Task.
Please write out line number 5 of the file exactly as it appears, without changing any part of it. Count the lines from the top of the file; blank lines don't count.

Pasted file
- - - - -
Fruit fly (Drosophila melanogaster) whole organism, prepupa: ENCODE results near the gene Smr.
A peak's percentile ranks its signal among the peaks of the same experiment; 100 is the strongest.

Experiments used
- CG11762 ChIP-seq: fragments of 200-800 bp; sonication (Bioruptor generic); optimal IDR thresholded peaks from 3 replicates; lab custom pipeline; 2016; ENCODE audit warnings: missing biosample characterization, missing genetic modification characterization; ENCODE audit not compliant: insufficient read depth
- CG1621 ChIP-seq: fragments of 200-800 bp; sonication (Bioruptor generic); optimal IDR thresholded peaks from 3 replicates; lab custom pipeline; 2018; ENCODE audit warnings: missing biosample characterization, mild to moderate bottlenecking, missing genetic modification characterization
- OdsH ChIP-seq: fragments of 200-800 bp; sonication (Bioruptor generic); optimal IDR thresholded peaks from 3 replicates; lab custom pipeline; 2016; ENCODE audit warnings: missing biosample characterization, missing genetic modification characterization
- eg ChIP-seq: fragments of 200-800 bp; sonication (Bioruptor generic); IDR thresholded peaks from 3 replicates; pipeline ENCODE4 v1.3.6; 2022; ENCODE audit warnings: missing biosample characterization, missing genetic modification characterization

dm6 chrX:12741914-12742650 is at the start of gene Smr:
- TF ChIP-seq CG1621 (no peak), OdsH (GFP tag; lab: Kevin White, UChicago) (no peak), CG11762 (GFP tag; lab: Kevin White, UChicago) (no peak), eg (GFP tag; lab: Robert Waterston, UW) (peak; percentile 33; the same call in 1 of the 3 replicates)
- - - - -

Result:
- CG1621 ChIP-seq: fragments of 200-800 bp; sonication (Bioruptor generic); optimal IDR thresholded peaks from 3 replicates; lab custom pipeline; 2018; ENCODE audit warnings: missing biosample characterization, mild to moderate bottlenecking, missing genetic modification characterization